• Avatar Mike Schilling in reply to Jaybird says:

          In those days, it was revolutionary enough to make a thief and a prostitute for more sympathetic than a policeman. Nowadays you almost expect that, so it’s necessary to up the ante.Report

        • Avatar Tom Van Dyke in reply to Jaybird says:

          Jaybird, I notice Kelsey Grammer in “Boss” is mayor of Chicago, w/cancer. Thought of you when I read that. Ace.Report

        • Avatar Kimmi in reply to Jaybird says:

          I saw that once, in a Midsummer’s Night Dream. It was a french film.
          Also notable, for the “I feel like a true Frenchman!” line, once the main character had started stalking his “beloved”.Report

      • Avatar Michael Drew in reply to J.L. Wall says:

        Uh, the show’s been on less than a season and a half. They made him what he is pretty much straight away – introduced his functional place in the plot and then more or less immediately proceeded to show us his fascinating private ordeals. He had gotten the prostitute pregnant by the end of last season. Pretty sure they had it all figured from the start with Agent Van Alden. I don’t think there’s anything to this particular example.Report

  3. Avatar Kolohe says:

    On the other hand, nobody in The Wire is unambiguously good, but nobody (of any alignment) is bored either.Report

  4. Avatar Renee says:

    Wait … am I on the LoOG . . . no one has yet mentioned Game of Thrones in a conversation on morality?Report

    • Avatar Tod Kelly in reply to Renee says:

      I suspect we are all in the process of writing our follow-up posts on “The Very Tall Anti-Heroics of Tyrion,” or “Robert’s Crime & Ned’s Punishment: Seeing GOT Through Dostoevsky’s Eyes.”Report

      • Avatar Renee in reply to Tod Kelly says:

        The way a some people comment on Ned, I thought the appropriate Dostoevsky reference would be “The Idiot”.Report

          • Avatar Tom Van Dyke in reply to Tod Kelly says:

            JLW, this is elegant. The anti-anti-hero?, since the “anti-hero” of the late 60s onward didn’t have his own moral code as much as showed the establishment-machine as hypocrites.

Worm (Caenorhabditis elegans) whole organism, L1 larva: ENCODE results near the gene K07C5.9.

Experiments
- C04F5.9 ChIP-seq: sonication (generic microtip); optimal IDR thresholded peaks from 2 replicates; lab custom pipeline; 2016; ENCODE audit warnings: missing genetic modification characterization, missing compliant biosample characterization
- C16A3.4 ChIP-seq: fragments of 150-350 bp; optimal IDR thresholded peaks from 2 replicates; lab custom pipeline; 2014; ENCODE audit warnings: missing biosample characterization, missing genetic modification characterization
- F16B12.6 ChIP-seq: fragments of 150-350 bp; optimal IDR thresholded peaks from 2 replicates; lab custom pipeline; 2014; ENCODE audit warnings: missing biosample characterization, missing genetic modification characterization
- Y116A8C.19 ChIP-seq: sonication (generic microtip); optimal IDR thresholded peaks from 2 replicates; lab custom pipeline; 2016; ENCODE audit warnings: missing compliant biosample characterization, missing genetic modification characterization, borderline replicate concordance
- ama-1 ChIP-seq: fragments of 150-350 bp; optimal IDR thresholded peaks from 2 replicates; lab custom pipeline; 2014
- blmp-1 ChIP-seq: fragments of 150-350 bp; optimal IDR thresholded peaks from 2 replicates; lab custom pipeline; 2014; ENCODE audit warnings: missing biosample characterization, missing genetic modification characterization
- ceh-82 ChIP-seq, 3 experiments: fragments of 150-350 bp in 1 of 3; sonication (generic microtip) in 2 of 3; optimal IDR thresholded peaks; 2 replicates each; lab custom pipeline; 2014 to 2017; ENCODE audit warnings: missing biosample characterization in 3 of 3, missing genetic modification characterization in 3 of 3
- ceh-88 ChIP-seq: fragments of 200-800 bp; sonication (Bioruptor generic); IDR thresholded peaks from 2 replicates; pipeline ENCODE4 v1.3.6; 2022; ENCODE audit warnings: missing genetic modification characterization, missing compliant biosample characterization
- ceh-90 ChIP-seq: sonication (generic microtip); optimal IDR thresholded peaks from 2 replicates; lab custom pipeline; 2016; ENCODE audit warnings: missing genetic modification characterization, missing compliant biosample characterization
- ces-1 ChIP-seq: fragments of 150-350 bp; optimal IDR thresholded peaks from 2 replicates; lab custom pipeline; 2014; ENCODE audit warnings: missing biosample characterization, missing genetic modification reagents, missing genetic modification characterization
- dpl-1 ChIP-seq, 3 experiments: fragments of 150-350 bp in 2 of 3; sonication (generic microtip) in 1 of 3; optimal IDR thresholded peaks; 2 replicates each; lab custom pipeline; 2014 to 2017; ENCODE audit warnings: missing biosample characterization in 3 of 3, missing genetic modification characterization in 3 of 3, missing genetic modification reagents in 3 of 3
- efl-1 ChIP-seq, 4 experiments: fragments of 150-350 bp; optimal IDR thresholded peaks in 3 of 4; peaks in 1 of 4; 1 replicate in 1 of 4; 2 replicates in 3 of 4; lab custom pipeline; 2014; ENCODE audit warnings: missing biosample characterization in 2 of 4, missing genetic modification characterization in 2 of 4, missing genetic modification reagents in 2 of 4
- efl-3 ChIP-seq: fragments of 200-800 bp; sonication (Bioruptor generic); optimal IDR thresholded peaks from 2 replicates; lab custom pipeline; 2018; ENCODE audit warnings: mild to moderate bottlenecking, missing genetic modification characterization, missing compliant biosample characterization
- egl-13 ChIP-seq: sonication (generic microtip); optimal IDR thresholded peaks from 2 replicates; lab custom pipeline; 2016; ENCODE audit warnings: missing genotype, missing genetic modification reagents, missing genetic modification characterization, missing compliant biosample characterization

By contrast, I think you’re onto something. What you write of here is venality put forth for our amusement. [Game of Thrones?] Taken to extreme, I’d heard a story once where the missionaries taught the Jesus story and the natives thought Judas was the hero, or at least the most believable if not sympathetic character.

            Probably apocryphal, but it makes ya think. I can feature it, and such a moral inversion is getting less alien in our own 21st century world.Report

      • Avatar Kimmi in reply to Tod Kelly says:

        Tyrion’s no anti-hero. he may be a knight in dented armor…Report

    • Avatar E.D. Kain in reply to Renee says:

      Actually this post will come in handy when we start the Prince of Nothing book club.Report

  5. Avatar DensityDuck says:

    I quote Tyler Durden, from the movie:

    “I’m you, as you imagine yourself to be. I look like you wanna look, I eff like you wanna eff, I am smart, I am capable, and–most importantly–I am free, in all the ways you cannot allow yourself to be.”

    We love antiheroes because, on some level, they are what we think we could be, if only it weren’t for job/family/life/poverty/religion/moral obligations. We like to think that, given the chance, we could be Batman; the good guy whose eschewment of moral restrictions leaves him free to do good and have fun.Report

    • Avatar DensityDuck in reply to DensityDuck says:

      Oh, I forgot to add: misquoting the original (he didn’t say “eff”) because, while my preference regarding euphemism has been established, I don’t want to say it if I don’t actually mean it.Report

    • Avatar Kimmi in reply to DensityDuck says:

      I… don’t think Batman has fun. Anti-heroes live in our gray world — they in some sense are us, the people who try to do the best they can, even if it involves murder. Even if the choices they make are terrible.
      An anti-hero, when they cry, the audience has the knowledge that they could have made the other choice. That choices exist.

      With a GoldenBoy Hero, you don’t have the other side. They come across as kinda plastic, kinda fake, when done poorly. When done well, they feel kinda like Ned. The bastard who won’t break.Report

      • Avatar DensityDuck in reply to Kimmi says:

        “I… don’t think Batman has fun.”

        Depends on who’s writing him. Frank Miller’s Batman certainly seems to be having the time of his life.Report